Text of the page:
I need to give a counter model for $\exists x \forall y ((Rxy \land \neg Ryx) \rightarrow (Rxx \leftrightarrow Ryy))$.

To do that, though, I'm trying to paraphrase this into a sentence in English. I'm having trouble. Can anyone help me with the paraphrase so that I can get thinking about the counter model?

  • $\begingroup$ I presume you meant $\exists x\forall y$ or $\exists y\forall x$. Which is it? $\endgroup$ – Alex Kruckman Nov 1 '17 at 19:06
  • $\begingroup$ I have made the relevant corrections. $\endgroup$ – Rusty Nov 1 '17 at 19:37

Ugh .. there is really no fluent reading of this in English that will actually help you further understand what this statement is claiming.

So, instead, just work with the formula and see how we can make it false.

So, how can we make $\exists x \forall y ((Rxy \land \neg Ryx) \rightarrow (Rxx \leftrightarrow Ryy))$ false? Well, that would be the same as making $\neg \exists x \forall y ((Rxy \land \neg Ryx) \rightarrow (Rxx \leftrightarrow Ryy))$ true, and bringing the negation inside, that statement is equivalent to:

$\forall x \exists y ((Rxy \land \neg Ryx) \land \neg (Rxx \leftrightarrow Ryy))$

OK, so we clearly need at least two different objects, otherwise we cannot have both $Rxy$ and $\neg Ryx$, so let's say we have $a$ and $b$, and so when we let $x=a$, we need $Rab$ and $\neg Rba$. OK, so now we also need $\neg (Raa \leftrightarrow Rbb))$, meaning we need exactly one of $Raa$ and $Rbb$, so let's say we have $Raa$ but not $Rbb$.

Are we there? No, because while the $\exists y ((Rxy \land \neg Ryx) \land \neg (Rxx \leftrightarrow Ryy))$ is true for $x=a$, it is not true for $x=b$, since we cannot pick $y=a$ for $x=a$.

OK, so we need a third object $c$, so that we have $Rbc$ and $\neg Rcb$, and since we need $\neg (Rbb \leftrightarrow Rcc)$ and we don't have $Rbb$, we do need $Rcc$. But that means that for $x=c$ we can neither pick $y=a$ nor $y=b$ to make the $\exists y ((Rxy \land \neg Ryx) \land \neg (Rxx \leftrightarrow Ryy))$ true, so we need a fourth object $d$!

OK, so we have $Rcd$ and $\neg Rdc$, and since we have $Rcc$ we need $\neg Rdd$. OK, can we make $\exists y ((Rxy \land \neg Ryx) \land \neg (Rxx \leftrightarrow Ryy))$ true for $x=d$ by picking $y=a$? Yes, as long as we make we make sure that $Rda$ and $\neg Rad$.

To sum up, then, the counterexample is one that has $4$ objects in the domain, call them $a$, $b$, $c$, $d$, and where we have $Raa$, $Rcc$, $Rab$, $Rbc$, $Rcd$, and $Rda$, and no other pairs in relation $R$

  • $\begingroup$ Can I not have a counterexample with one a and b in the domain and s.t. Rab and Rbb? In other words, I don't quite get a why that counter model does not suffice. $\endgroup$ – Rusty Nov 1 '17 at 20:24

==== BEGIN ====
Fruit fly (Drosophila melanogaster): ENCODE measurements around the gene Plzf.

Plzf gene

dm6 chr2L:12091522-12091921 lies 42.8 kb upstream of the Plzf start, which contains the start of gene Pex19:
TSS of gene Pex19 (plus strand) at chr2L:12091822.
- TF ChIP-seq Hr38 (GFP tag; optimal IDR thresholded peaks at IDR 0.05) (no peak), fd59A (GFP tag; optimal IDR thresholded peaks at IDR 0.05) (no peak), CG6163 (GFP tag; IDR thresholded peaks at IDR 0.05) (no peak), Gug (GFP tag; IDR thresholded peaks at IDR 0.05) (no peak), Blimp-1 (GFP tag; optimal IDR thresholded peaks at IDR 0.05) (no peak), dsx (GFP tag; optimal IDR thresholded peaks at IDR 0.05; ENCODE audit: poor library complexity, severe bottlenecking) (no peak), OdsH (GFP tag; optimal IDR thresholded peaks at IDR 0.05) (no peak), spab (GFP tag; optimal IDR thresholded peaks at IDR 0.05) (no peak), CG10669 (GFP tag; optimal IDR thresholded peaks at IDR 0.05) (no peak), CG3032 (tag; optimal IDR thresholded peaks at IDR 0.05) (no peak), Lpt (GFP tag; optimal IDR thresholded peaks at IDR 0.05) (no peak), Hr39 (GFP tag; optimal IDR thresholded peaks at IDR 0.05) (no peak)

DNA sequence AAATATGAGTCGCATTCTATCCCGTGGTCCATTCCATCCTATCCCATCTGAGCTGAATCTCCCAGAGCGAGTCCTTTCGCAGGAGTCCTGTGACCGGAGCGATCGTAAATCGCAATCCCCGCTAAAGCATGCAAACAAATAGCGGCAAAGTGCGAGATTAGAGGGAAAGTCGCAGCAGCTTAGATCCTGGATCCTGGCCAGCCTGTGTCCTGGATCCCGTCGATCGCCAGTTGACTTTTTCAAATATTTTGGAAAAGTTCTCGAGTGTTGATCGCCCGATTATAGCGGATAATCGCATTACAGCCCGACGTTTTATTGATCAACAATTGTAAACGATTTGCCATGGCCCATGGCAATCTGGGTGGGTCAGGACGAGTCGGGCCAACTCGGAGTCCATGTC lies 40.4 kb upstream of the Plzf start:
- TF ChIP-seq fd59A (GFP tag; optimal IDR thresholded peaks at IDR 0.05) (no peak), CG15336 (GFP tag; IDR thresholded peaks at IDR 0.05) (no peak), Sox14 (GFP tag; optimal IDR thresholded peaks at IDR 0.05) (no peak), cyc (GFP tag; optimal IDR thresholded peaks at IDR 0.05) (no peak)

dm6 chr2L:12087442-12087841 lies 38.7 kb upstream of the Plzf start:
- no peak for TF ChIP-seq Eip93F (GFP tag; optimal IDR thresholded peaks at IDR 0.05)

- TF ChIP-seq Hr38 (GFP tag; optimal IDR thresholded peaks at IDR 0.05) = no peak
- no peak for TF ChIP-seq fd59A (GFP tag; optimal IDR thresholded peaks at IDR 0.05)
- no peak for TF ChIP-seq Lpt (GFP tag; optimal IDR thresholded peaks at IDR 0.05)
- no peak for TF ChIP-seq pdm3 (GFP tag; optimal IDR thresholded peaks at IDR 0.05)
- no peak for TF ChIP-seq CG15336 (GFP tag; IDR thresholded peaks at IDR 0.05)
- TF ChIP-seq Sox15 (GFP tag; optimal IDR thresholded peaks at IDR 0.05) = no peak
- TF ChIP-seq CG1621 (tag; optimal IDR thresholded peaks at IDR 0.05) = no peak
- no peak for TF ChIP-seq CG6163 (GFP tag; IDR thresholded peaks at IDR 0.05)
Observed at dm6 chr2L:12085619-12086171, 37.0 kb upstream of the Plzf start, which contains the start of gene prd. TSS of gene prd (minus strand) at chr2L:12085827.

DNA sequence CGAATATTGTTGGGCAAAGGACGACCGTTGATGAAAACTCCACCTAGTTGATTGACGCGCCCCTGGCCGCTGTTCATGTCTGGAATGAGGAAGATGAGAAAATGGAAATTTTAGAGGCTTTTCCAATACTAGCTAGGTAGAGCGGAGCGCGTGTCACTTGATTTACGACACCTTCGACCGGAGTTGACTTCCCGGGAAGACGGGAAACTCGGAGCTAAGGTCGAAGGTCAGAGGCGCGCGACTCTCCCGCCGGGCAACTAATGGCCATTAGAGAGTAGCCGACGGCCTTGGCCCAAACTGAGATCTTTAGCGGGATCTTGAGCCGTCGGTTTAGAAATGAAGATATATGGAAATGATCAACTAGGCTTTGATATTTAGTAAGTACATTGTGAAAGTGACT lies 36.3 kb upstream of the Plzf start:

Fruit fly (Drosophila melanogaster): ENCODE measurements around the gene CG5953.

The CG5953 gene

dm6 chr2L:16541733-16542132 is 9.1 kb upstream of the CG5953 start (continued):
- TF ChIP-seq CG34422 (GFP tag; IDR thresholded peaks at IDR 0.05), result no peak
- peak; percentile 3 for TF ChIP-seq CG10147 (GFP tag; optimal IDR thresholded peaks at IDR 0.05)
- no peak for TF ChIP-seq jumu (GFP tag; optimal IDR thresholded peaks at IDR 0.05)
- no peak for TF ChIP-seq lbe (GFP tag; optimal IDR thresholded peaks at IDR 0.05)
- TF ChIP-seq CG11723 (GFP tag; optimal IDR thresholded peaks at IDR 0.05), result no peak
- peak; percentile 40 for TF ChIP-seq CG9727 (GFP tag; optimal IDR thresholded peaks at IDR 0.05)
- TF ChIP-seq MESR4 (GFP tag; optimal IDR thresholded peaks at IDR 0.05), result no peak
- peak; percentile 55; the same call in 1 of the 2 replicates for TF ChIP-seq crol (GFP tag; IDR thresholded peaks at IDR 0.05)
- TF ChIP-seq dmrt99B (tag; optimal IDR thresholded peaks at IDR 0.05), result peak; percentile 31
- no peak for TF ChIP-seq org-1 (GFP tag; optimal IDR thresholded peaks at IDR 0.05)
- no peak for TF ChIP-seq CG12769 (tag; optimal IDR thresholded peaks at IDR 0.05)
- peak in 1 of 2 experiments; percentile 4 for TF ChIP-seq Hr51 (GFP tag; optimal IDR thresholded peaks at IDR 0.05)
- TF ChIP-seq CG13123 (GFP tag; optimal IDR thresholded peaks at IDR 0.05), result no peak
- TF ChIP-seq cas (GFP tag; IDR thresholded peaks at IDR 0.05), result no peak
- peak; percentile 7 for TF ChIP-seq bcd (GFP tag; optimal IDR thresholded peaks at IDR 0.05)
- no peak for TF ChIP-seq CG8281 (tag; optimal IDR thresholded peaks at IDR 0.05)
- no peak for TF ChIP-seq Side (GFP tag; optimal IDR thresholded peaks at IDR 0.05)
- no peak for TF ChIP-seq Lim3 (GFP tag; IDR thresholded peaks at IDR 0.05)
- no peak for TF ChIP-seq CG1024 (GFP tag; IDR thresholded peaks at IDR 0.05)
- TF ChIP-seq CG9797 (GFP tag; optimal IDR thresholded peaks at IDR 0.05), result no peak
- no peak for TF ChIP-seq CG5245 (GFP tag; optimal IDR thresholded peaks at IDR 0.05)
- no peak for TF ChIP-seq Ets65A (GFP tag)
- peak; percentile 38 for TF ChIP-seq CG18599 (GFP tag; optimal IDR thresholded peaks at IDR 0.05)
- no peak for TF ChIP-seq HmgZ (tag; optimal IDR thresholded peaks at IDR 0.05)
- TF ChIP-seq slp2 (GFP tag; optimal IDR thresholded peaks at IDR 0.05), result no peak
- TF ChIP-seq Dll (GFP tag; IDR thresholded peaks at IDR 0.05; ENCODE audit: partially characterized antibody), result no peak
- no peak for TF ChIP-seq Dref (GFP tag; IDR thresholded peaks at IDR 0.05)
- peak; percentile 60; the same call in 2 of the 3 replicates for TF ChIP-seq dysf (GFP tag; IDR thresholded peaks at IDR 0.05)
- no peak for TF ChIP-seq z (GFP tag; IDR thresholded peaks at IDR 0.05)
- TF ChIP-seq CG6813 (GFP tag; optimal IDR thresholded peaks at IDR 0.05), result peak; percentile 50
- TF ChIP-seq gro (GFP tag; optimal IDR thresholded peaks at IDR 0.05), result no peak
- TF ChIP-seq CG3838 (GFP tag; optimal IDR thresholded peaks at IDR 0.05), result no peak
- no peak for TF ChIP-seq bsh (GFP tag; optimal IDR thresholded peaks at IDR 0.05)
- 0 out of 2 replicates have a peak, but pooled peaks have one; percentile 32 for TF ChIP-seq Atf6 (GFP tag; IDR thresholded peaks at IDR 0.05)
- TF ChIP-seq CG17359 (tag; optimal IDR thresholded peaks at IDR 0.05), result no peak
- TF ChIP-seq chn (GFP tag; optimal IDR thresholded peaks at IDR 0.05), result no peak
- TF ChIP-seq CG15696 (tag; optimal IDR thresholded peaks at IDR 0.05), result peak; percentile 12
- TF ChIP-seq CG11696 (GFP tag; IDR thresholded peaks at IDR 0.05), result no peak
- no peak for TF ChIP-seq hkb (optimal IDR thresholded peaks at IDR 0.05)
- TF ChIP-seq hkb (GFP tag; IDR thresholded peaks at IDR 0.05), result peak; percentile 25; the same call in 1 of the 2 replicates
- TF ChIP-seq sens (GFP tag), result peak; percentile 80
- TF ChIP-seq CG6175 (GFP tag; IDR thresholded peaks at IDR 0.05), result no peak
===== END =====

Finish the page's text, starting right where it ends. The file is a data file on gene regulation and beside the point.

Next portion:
• $\begingroup$ I've done the truth truth for what the negated statement that the claim is equivalent to, and I have an open branch where Raa, $\neg Rba$ and Rab. So, why can that not just be a diagram of my counter model, a model with two things in the domain and <a,b> and <a,a>? $\endgroup$ – Rusty Nov 1 '17 at 20:36
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    $\begingroup$ @Rusty Wait, you know truth trees?!? Anyway, it does not work with that interpretation, for the original claim $\exists x \forall y ((Rxy \land \neg Ryx) \rightarrow (Rxx \leftrightarrow Ryy))$ would be true: just pick $x = b$. Why? because for any $y$ that you pick (whether $a$ or $b$), the conditional is true. Why? Because in both cases the antecedent is false $\endgroup$ – Bram28 Nov 1 '17 at 20:39
  • $\begingroup$ But if the negation of the original formula has an open branch, the negation is true. and that's what i want to show, yeah? $\endgroup$ – Rusty Nov 1 '17 at 20:49
  • $\begingroup$ @Rusry Yes, you have the right idea (you're working with a truth tree, right?) But a branch is only open and finished when it all universals it conatins has been instantiated with all constants. I am certain that in your branch you have a universal that is not instantiated with the $b$, and oince you do that, you'll see you need a $c$! $\endgroup$ – Bram28 Nov 1 '17 at 20:59

Suppose "Rxy" translates "x loves y". Then the sentence could be translated back into awkward English as: "Someone is such that if they love but are unloved by everybody, then they love themselves if and only if everyone loves themselves". The English translation doesn't really help to show this, but it's a tautology, so there is no countermodel.


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